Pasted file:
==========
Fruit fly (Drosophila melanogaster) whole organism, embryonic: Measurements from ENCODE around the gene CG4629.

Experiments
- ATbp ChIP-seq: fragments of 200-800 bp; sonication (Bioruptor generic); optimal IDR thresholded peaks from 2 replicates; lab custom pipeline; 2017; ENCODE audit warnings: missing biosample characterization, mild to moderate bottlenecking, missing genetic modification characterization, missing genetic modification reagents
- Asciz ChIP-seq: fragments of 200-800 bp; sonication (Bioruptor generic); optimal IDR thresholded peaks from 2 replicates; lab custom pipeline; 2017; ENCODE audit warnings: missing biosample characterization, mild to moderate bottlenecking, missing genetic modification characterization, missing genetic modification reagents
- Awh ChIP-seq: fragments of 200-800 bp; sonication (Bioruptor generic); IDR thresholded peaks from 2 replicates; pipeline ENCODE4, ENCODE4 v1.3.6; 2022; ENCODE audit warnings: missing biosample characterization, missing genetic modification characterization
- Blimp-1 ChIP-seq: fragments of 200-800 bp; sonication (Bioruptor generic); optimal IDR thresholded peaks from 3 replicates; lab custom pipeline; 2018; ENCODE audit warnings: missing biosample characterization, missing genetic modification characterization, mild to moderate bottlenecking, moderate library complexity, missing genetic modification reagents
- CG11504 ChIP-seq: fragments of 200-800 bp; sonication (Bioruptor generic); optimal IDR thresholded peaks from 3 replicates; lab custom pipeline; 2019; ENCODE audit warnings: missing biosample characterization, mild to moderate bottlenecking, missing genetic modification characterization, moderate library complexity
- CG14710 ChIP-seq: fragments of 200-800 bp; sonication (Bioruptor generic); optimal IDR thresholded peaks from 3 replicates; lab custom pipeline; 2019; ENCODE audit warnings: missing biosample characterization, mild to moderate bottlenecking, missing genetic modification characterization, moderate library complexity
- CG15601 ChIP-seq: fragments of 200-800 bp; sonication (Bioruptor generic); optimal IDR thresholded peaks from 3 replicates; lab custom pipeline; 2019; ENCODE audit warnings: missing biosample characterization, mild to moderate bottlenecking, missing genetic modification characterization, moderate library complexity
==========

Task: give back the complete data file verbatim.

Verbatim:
Fruit fly (Drosophila melanogaster) whole organism, embryonic: Measurements from ENCODE around the gene CG4629.

Experiments
- ATbp ChIP-seq: fragments of 200-800 bp; sonication (Bioruptor generic); optimal IDR thresholded peaks from 2 replicates; lab custom pipeline; 2017; ENCODE audit warnings: missing biosample characterization, mild to moderate bottlenecking, missing genetic modification characterization, missing genetic modification reagents
- Asciz ChIP-seq: fragments of 200-800 bp; sonication (Bioruptor generic); optimal IDR thresholded peaks from 2 replicates; lab custom pipeline; 2017; ENCODE audit warnings: missing biosample characterization, mild to moderate bottlenecking, missing genetic modification characterization, missing genetic modification reagents
- Awh ChIP-seq: fragments of 200-800 bp; sonication (Bioruptor generic); IDR thresholded peaks from 2 replicates; pipeline ENCODE4, ENCODE4 v1.3.6; 2022; ENCODE audit warnings: missing biosample characterization, missing genetic modification characterization
- Blimp-1 ChIP-seq: fragments of 200-800 bp; sonication (Bioruptor generic); optimal IDR thresholded peaks from 3 replicates; lab custom pipeline; 2018; ENCODE audit warnings: missing biosample characterization, missing genetic modification characterization, mild to moderate bottlenecking, moderate library complexity, missing genetic modification reagents
- CG11504 ChIP-seq: fragments of 200-800 bp; sonication (Bioruptor generic); optimal IDR thresholded peaks from 3 replicates; lab custom pipeline; 2019; ENCODE audit warnings: missing biosample characterization, mild to moderate bottlenecking, missing genetic modification characterization, moderate library complexity
- CG14710 ChIP-seq: fragments of 200-800 bp; sonication (Bioruptor generic); optimal IDR thresholded peaks from 3 replicates; lab custom pipeline; 2019; ENCODE audit warnings: missing biosample characterization, mild to moderate bottlenecking, missing genetic modification characterization, moderate library complexity
- CG15601 ChIP-seq: fragments of 200-800 bp; sonication (Bioruptor generic); optimal IDR thresholded peaks from 3 replicates; lab custom pipeline; 2019; ENCODE audit warnings: missing biosample characterization, mild to moderate bottlenecking, missing genetic modification characterization, moderate library complexity